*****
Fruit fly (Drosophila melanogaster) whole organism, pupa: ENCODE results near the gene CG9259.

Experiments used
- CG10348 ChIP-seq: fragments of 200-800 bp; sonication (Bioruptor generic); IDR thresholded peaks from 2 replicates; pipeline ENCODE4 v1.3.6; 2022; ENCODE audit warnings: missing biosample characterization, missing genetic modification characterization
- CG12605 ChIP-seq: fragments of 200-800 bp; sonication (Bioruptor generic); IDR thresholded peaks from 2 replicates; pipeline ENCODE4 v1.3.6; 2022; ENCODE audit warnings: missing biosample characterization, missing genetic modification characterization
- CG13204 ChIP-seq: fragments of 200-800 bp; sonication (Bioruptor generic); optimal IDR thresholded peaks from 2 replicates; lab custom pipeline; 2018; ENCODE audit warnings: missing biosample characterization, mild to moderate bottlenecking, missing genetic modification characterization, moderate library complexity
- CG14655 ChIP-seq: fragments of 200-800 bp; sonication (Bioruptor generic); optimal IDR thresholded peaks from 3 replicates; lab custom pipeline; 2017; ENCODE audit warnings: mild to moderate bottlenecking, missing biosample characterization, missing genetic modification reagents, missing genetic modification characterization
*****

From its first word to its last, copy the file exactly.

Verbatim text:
Fruit fly (Drosophila melanogaster) whole organism, pupa: ENCODE results near the gene CG9259.

Experiments used
- CG10348 ChIP-seq: fragments of 200-800 bp; sonication (Bioruptor generic); IDR thresholded peaks from 2 replicates; pipeline ENCODE4 v1.3.6; 2022; ENCODE audit warnings: missing biosample characterization, missing genetic modification characterization
- CG12605 ChIP-seq: fragments of 200-800 bp; sonication (Bioruptor generic); IDR thresholded peaks from 2 replicates; pipeline ENCODE4 v1.3.6; 2022; ENCODE audit warnings: missing biosample characterization, missing genetic modification characterization
- CG13204 ChIP-seq: fragments of 200-800 bp; sonication (Bioruptor generic); optimal IDR thresholded peaks from 2 replicates; lab custom pipeline; 2018; ENCODE audit warnings: missing biosample characterization, mild to moderate bottlenecking, missing genetic modification characterization, moderate library complexity
- CG14655 ChIP-seq: fragments of 200-800 bp; sonication (Bioruptor generic); optimal IDR thresholded peaks from 3 replicates; lab custom pipeline; 2017; ENCODE audit warnings: mild to moderate bottlenecking, missing biosample characterization, missing genetic modification reagents, missing genetic modification characterization